The former Czech president Václav Havel has just been awarded the German Point Alpha Prize for his contribution to German, and European, unification. Tuesday’s ceremony did not take place at the usual venue – the former border between East and West Germany – but at the German Embassy in Prague. The embassy itself has also been marking an important chapter in its own history.
Czech president Václav Klaus is to depart for a five day working trip to the US. Among the stops on the official itinerary are Portland, Oregon; Seattle, Washington and Phoenix, Arizona. The president will promote an English-language version of his controversial “anti-global-warming” book and also meet with business leaders and politicians during the trip.
Democratic presidential candidate Barack Obama briefly mentioned the Czech Republic along with other eastern European states in Friday’s presidential debate with Republican opponent John McCain. The comments came as the candidates discussed the perceived threat posed by Russia, particularly in light of its recent invasion of Georgia. Addressing the issue, Mr Obama stated that as a NATO country “We also have to affirm all the fledgling democracies in that region…the Estonians, the Lithuanians, the Latvians, the Poles, the Czechs, that we are, in fact, going to be supportive and in solidarity with them in their efforts.”
Two Czech soldiers, who were injured in Monday’s attack on the Czech Provincial and Reconstruction Team in Afghanistan, arrived in Prague on Wednesday. The rocket attack by Afghan insurgents has been the third since the second army contingentwas deployed in the Afghan province of Logar, and the security situation in Afghanistan is further deteriorating.
The Czech government approved the second of two agreements on Wednesday on the stationing of an American radar base on Czech soil, as part of the planned U.S. missile defence shield. Defence Minister Vlasta Parkanová told reporters the agreement would be signed by her American counterpart on September 19th in London. Once that happens, the only thing standing in the way of the radar base would be approval by the Czech parliament. But as Rob Cameron reports, that remains a considerable obstacle.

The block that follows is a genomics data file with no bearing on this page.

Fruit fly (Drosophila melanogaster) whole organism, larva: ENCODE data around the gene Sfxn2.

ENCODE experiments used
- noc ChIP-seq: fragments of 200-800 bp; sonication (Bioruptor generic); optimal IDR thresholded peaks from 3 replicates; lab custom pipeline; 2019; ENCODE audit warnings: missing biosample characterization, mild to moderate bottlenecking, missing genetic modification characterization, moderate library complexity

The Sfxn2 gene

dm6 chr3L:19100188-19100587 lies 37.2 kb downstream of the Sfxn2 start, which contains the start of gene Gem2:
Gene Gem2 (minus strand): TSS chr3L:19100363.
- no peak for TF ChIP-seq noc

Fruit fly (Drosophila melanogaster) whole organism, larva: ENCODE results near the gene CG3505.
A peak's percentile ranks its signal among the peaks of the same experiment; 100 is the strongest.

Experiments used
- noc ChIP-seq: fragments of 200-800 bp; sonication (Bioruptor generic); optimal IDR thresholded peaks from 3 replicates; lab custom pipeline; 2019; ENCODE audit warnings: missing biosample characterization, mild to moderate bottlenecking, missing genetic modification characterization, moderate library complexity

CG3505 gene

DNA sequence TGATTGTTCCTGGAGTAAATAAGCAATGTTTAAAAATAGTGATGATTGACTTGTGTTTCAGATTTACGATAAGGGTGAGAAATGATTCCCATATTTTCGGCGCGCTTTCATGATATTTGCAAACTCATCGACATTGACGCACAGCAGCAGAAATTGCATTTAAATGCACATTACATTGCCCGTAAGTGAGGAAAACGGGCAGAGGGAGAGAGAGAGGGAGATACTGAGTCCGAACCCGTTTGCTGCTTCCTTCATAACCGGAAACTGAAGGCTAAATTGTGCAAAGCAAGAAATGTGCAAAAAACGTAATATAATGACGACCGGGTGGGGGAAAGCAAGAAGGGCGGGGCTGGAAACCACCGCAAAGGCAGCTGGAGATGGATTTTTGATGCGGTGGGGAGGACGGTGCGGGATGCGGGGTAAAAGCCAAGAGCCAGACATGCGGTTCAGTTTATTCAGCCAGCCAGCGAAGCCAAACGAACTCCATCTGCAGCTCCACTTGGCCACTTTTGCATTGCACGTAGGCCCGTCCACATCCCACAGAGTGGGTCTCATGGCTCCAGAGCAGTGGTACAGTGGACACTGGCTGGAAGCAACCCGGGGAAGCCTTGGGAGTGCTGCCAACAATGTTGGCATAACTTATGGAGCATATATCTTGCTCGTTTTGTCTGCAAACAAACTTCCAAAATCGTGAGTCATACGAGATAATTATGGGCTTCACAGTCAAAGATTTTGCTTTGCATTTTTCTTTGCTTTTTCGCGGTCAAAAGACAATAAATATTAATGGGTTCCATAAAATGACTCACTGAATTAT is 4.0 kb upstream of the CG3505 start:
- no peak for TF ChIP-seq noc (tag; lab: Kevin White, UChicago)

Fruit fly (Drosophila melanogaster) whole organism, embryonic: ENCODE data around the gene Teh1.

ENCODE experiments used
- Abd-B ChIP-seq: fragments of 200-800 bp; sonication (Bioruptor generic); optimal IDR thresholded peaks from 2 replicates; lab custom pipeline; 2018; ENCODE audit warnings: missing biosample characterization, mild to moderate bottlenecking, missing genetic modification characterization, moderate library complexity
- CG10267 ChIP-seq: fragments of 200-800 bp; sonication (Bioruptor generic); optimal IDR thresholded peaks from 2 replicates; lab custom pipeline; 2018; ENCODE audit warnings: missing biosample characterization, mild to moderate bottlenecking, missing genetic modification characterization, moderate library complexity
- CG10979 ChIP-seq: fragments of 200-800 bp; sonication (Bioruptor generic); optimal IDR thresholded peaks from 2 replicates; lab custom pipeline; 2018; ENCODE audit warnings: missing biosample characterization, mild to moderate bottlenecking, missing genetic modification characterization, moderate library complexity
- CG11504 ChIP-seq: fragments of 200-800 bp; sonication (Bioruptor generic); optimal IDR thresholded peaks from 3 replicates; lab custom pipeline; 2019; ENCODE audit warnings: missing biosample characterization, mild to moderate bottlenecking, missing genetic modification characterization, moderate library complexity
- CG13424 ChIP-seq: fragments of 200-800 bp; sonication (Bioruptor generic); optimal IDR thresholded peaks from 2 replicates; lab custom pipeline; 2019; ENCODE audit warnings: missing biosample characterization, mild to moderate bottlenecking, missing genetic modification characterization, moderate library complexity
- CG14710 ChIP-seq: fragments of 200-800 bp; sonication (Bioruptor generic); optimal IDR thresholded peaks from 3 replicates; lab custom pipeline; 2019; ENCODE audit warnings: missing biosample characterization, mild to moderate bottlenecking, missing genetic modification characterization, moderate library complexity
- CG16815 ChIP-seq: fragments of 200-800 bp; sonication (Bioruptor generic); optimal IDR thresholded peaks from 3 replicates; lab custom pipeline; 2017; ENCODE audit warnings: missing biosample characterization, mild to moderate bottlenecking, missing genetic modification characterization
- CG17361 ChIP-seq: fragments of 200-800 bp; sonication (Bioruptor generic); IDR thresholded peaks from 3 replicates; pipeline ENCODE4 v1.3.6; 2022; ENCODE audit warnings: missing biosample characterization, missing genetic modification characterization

Czech Foreign Minister Karel Schwarzenberg, attending a meeting of EU foreign ministers into the weekend, addressed the conflict in Georgia on Friday by saying Russia needed to understand it had hurt its own interests by intervening militarily in the country. Mr Schwarzenberg said he discussed the issue with his French and Swedish counterparts, Bernard Kouchner and Carl Bildt ahead of further talks. France, the Czech Republic and Sweden follow each other in holding the EU presidency from now through 2009. French President Nicolas Sarkozy is to go to Moscow on Monday and call on Russia to withdraw its troops from Georgia, a move Mr Schwarzenberg said the Czech Republic strongly supported. On Saturday, EU ministers have been scheduled to discuss a joint strategy in connection with the EU-Russia summit on November 14. The focus is also on humanitarian aid to Georgia and reconstruction.
On Tuesday, a special NATO summit designed to address the current crisis in Georgia, concluded with strong statements directed towards Russia. The current crisis appears to have solidified concerns that Russia is becoming a potentially dangerous re-emerging power. Eastern European countries, wary of past experiences have been particularly tough in their rhetoric against Russia, and now, a controversial defence shield located in Poland and the Czech Republic seems more certain as a result of the conflict. Dominik Jun spoke with Oldřich Bureš, a
The recent conflict in Georgia came at an unfortunate time for Russia - the fortieth anniversary of the Soviet-led invasion of Czechoslovakia in 1968. Indeed, such comparisons have been banded about both by politicians and NGOs critical of Russia’s actions against Georgia. But it is in the Czech Republic that such metaphors have been heard the loudest in recent days. George Archemasheili is a senior counselor to the Georgian Ambassador in Prague. We asked him how he viewed the Czech reaction to the events taking place in Georgia:
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